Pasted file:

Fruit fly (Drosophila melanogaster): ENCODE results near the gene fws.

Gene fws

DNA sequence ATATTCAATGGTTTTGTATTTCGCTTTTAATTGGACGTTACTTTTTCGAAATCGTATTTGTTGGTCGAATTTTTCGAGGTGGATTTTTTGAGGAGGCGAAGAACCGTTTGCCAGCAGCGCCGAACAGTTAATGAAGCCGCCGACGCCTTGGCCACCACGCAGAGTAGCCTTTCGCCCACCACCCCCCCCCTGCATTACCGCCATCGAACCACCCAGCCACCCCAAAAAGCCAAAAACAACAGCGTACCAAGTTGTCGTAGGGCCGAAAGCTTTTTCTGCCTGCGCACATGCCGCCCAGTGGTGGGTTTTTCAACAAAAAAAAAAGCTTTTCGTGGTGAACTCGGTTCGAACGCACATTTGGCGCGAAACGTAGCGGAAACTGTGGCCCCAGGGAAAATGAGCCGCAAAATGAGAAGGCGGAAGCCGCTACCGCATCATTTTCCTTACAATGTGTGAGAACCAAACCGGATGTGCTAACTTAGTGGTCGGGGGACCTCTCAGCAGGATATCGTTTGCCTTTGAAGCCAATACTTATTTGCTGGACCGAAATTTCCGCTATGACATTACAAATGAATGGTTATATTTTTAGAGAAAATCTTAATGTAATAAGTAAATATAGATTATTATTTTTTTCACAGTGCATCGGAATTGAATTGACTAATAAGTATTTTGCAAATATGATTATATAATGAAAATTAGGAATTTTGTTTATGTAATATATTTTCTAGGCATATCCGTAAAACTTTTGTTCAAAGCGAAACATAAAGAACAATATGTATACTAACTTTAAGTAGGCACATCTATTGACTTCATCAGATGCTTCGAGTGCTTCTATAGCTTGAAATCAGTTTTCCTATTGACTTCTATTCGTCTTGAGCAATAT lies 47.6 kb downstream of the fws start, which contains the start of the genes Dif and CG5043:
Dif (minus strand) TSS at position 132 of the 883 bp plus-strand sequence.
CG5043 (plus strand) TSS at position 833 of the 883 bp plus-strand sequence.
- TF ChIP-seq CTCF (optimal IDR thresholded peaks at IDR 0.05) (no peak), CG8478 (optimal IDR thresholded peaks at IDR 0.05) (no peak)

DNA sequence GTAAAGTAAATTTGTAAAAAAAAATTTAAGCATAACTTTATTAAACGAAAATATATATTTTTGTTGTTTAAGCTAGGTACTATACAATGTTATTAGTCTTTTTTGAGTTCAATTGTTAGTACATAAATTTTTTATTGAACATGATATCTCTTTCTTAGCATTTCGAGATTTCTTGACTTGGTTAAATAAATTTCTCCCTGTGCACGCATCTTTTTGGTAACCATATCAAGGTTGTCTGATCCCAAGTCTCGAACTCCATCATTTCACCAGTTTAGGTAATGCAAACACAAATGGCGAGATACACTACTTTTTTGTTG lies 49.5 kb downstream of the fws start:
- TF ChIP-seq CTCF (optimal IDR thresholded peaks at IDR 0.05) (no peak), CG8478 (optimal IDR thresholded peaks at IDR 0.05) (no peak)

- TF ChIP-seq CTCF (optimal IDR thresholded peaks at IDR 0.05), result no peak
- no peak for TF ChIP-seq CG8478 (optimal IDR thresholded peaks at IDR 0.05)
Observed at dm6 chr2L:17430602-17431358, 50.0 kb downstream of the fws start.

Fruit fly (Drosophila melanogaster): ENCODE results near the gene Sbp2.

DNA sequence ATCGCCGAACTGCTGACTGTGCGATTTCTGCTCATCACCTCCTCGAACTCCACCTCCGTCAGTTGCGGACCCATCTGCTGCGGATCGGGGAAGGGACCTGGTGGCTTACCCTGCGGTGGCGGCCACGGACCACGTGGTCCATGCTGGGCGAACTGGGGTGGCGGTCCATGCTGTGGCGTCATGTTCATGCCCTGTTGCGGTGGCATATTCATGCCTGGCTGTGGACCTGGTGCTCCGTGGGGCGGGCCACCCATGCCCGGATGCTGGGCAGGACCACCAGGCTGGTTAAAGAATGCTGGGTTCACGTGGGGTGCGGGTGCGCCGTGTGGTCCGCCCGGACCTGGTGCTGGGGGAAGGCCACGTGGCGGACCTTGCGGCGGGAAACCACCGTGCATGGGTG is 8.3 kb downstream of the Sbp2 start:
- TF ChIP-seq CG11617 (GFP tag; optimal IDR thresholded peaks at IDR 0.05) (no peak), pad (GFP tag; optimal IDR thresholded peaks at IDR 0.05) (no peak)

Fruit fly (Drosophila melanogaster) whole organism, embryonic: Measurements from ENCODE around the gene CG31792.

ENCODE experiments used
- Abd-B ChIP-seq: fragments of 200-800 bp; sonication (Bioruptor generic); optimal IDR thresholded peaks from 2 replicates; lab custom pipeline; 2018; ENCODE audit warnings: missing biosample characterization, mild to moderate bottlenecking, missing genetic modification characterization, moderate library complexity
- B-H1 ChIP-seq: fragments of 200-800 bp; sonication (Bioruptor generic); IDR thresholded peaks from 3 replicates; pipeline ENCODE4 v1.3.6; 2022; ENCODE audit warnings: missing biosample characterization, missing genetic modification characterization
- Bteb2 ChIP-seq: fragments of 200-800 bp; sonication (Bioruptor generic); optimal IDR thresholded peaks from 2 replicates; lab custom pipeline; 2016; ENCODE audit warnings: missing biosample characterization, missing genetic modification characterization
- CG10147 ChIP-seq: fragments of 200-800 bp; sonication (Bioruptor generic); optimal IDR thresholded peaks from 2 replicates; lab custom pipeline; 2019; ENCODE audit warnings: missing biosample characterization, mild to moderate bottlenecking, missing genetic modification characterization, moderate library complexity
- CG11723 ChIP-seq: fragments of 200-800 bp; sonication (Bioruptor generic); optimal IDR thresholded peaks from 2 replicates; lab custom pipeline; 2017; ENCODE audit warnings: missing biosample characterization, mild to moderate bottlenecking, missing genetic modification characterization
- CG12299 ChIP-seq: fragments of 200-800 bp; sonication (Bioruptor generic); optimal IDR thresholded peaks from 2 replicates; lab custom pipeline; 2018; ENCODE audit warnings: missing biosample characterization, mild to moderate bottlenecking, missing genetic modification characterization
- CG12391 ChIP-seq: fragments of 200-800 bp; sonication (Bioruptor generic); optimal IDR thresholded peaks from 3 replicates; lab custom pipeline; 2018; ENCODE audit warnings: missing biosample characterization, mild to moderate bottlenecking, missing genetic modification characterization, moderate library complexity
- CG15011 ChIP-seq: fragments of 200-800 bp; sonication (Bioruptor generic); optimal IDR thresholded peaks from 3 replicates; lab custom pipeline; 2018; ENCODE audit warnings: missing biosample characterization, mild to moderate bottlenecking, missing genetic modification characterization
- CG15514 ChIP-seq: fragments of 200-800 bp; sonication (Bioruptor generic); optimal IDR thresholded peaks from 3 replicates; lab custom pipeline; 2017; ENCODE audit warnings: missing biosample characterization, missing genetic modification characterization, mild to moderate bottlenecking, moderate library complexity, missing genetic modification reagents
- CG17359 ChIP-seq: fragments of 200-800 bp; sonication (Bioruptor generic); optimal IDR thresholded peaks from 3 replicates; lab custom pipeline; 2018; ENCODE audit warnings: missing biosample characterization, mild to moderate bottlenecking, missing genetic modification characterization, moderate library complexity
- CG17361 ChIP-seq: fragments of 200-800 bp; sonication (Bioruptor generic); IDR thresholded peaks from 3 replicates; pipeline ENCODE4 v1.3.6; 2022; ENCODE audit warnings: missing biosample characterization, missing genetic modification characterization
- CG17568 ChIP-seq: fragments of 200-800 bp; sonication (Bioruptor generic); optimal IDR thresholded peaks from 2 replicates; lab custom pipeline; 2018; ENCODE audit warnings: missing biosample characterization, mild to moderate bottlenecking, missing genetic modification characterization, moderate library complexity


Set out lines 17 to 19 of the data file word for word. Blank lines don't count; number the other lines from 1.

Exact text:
- Abd-B ChIP-seq: fragments of 200-800 bp; sonication (Bioruptor generic); optimal IDR thresholded peaks from 2 replicates; lab custom pipeline; 2018; ENCODE audit warnings: missing biosample characterization, mild to moderate bottlenecking, missing genetic modification characterization, moderate library complexity
- B-H1 ChIP-seq: fragments of 200-800 bp; sonication (Bioruptor generic); IDR thresholded peaks from 3 replicates; pipeline ENCODE4 v1.3.6; 2022; ENCODE audit warnings: missing biosample characterization, missing genetic modification characterization
- Bteb2 ChIP-seq: fragments of 200-800 bp; sonication (Bioruptor generic); optimal IDR thresholded peaks from 2 replicates; lab custom pipeline; 2016; ENCODE audit warnings: missing biosample characterization, missing genetic modification characterization